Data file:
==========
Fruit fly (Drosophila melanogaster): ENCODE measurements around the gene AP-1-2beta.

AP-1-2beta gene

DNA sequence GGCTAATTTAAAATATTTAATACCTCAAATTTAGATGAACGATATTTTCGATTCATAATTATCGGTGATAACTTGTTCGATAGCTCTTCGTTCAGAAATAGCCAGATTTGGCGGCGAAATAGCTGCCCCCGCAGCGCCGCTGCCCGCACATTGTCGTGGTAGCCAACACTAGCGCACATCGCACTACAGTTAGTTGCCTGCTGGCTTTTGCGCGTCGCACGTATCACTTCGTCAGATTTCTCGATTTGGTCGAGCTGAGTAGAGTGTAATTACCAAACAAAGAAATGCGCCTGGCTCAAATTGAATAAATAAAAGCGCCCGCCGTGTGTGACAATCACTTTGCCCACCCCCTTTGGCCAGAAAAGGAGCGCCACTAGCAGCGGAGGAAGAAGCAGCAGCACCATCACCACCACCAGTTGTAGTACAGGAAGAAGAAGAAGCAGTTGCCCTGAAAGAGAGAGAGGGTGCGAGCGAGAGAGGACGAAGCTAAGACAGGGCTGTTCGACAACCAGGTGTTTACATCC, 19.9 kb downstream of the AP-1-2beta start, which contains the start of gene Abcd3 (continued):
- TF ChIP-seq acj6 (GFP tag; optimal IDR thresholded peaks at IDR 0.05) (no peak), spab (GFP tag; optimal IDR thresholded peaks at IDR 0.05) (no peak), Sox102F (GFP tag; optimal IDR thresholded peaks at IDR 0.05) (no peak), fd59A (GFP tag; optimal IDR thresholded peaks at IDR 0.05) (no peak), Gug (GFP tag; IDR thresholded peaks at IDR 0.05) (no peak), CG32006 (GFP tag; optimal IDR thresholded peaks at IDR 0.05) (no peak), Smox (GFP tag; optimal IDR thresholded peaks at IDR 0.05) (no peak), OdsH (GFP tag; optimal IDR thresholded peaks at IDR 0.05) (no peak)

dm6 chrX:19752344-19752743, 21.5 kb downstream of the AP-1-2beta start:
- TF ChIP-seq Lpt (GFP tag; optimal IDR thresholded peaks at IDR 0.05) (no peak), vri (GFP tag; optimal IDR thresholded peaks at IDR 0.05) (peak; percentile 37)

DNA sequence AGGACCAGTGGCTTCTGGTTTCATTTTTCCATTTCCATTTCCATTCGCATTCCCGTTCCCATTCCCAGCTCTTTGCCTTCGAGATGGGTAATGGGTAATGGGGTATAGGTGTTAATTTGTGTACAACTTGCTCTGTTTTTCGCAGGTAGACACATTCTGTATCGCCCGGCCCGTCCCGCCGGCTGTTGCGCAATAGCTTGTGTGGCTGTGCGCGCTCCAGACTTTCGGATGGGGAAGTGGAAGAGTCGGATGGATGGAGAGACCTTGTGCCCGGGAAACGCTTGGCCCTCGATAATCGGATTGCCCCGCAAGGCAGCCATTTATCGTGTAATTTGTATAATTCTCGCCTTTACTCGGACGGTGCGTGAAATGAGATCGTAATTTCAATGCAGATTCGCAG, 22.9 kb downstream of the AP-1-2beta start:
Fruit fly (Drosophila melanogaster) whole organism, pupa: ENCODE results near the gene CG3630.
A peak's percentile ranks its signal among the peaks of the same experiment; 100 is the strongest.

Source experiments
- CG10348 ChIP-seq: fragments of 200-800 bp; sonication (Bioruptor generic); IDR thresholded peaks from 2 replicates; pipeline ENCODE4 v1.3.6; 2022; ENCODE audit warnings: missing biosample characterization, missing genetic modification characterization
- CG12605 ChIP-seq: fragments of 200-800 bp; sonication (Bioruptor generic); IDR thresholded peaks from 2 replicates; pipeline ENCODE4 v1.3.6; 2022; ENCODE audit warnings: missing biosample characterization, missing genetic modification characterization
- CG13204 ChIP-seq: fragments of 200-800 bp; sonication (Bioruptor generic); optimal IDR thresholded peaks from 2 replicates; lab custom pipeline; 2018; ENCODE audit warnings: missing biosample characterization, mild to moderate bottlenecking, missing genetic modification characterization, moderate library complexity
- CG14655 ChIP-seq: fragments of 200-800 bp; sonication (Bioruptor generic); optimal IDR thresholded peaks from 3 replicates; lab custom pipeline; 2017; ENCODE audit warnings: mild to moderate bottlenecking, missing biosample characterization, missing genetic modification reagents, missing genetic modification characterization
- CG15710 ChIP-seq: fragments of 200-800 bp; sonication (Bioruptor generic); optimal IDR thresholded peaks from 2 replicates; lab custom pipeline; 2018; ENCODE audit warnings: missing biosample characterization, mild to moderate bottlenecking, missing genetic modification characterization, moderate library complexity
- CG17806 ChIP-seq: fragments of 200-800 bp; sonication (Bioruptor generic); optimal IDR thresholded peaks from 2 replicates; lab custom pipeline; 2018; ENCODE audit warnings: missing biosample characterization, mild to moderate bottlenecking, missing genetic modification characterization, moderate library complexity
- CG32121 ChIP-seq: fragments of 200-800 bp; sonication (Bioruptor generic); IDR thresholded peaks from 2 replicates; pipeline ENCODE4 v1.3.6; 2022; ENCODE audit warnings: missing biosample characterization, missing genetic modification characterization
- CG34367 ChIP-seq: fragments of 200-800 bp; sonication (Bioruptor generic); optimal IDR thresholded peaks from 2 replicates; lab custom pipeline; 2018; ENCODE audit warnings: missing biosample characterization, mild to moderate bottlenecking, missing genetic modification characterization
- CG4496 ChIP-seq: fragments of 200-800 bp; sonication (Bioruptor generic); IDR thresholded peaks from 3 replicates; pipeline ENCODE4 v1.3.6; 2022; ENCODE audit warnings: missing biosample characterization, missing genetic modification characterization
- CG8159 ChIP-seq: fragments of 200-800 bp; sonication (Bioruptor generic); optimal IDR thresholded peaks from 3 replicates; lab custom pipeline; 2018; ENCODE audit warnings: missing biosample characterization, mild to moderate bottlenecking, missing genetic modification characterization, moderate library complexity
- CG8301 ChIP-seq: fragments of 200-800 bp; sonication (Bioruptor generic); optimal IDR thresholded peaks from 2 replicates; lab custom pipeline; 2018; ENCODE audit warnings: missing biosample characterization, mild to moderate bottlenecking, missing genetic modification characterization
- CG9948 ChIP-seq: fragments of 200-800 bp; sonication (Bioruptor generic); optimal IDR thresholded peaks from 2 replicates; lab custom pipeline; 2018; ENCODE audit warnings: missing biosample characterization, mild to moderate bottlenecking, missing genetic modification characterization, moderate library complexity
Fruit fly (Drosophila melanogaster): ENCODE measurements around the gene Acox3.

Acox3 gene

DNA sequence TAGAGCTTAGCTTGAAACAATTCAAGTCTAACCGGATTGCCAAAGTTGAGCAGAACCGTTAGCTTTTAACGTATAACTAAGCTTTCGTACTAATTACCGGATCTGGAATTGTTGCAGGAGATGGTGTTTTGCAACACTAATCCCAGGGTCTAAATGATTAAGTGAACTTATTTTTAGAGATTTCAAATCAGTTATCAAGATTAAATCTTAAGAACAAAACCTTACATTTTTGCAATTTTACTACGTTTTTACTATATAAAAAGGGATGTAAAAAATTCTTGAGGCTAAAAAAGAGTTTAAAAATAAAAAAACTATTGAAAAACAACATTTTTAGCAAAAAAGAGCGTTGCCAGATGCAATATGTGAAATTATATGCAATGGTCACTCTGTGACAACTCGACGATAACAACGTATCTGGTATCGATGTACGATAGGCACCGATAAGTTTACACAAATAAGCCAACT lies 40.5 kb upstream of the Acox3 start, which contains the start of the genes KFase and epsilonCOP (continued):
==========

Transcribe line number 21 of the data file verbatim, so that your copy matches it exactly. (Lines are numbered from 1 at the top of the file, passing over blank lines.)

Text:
- CG8301 ChIP-seq: fragments of 200-800 bp; sonication (Bioruptor generic); optimal IDR thresholded peaks from 2 replicates; lab custom pipeline; 2018; ENCODE audit warnings: missing biosample characterization, mild to moderate bottlenecking, missing genetic modification characterization